The only real difference lies in the applications. The XPRT comes saddled with a Sprint software suite that includes Nascar, Sprint Football Live, Sprint Mobile Wallet, Sprint Music Plus, Sprint Radio, Sprint TV & Movies, Sprint Zone, and Sprint Worldwide, a portal page that provides access to Sprint services when you travel abroad.
We tested the dual-mode Motorola XPRT in San Francisco using the Sprint Nextel service. Call quality was good on the whole, though not without a few flaws. On our end, we heard callers fine for the most part. There was very little background noise, and voice quality was clear.
On the other end, callers reported similarly good quality. They did complain of low volume and a somewhat muddy quality to our voice, but it wasn't a big deterrent. Speakerphone calls were similarly good.
Motorola XPRT call quality sample
We experienced reliable 3G coverage in downtown San Francisco. Sprint's network was quite fast as well. CNET's full site loaded in around 30 seconds, and CNET's mobile page came up in 10 seconds.
Like the Droid Pro, the XPRT was no slouch when it came to overall navigation thanks to the 1GHz TI OMAP processor. Apps launched immediately and we experienced no delays when multitasking.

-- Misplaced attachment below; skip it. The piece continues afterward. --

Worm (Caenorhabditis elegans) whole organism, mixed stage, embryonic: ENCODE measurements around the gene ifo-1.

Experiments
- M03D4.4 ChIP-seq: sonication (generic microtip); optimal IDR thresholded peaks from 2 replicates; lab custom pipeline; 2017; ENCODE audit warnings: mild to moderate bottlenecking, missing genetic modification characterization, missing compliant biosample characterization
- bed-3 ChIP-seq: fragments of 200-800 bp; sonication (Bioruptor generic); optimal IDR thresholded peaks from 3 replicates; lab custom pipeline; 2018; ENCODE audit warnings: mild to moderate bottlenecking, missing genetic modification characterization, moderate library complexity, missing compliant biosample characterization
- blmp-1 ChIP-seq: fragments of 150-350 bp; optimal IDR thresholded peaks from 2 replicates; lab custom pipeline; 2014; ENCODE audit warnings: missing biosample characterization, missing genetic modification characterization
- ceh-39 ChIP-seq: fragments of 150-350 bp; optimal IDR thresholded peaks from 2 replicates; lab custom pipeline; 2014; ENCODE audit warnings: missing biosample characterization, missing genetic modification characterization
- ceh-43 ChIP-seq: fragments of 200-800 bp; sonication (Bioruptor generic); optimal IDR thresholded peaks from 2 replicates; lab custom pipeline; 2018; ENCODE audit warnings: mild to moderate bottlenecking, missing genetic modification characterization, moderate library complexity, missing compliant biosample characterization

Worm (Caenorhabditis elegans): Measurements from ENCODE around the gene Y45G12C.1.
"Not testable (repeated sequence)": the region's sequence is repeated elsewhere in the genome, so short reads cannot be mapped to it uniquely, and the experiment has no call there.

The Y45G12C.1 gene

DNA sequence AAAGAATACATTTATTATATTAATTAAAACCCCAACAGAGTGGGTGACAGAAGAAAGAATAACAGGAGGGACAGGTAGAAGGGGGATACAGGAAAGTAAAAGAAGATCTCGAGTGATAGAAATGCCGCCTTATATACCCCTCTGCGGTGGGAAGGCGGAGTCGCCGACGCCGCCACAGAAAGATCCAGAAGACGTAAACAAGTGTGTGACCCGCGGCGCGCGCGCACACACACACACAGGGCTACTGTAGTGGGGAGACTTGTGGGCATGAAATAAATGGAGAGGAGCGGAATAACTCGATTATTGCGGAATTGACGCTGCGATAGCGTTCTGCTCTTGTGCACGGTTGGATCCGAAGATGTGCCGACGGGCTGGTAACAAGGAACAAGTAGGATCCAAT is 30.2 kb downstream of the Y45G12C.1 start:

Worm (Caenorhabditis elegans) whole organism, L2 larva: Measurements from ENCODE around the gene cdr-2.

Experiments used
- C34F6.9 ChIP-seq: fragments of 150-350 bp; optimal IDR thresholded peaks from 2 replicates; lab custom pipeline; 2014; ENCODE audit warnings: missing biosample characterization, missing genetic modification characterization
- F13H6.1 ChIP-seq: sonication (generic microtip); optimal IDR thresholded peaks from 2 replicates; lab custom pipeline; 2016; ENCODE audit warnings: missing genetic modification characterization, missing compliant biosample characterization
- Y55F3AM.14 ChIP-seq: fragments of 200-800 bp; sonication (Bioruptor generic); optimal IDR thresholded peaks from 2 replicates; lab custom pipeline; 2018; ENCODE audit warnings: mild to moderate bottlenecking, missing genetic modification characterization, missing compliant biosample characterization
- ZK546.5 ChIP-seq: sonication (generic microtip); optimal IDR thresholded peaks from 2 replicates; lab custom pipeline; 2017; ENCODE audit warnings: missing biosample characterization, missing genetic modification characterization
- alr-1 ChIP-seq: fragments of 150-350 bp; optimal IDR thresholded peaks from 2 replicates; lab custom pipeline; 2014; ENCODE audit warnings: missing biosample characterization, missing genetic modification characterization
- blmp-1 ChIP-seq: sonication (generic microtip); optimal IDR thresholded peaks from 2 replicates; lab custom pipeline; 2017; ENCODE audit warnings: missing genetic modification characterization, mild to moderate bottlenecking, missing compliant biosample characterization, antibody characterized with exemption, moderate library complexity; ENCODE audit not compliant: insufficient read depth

The Motorola XPRT ships with a 1,420mAH lithium ion battery with a rated talk time of 6.5 hours and up to 13 days of standby time. Our tests showed a talk time of 7 hours. According to FCC radiation tests, the XPRT has a digital SAR of 1.39 watts per kilogram and a Hearing Aid Compatibility Rating of M3/T3.
The Motorola XPRT is Sprint's version of the Motorola Droid Pro, save for a few design refinements and the addition of Sprint's own suite of apps. The XPRT brings an enterprise option to Sprint's Android offerings, plus it's Sprint's first Android-based world phone. While we think the display is a bit lackluster compared with the competition, and we did want 4G on here, we think the XPRT is well worth its $129.99 price, especially if you're a globe-trotting business user.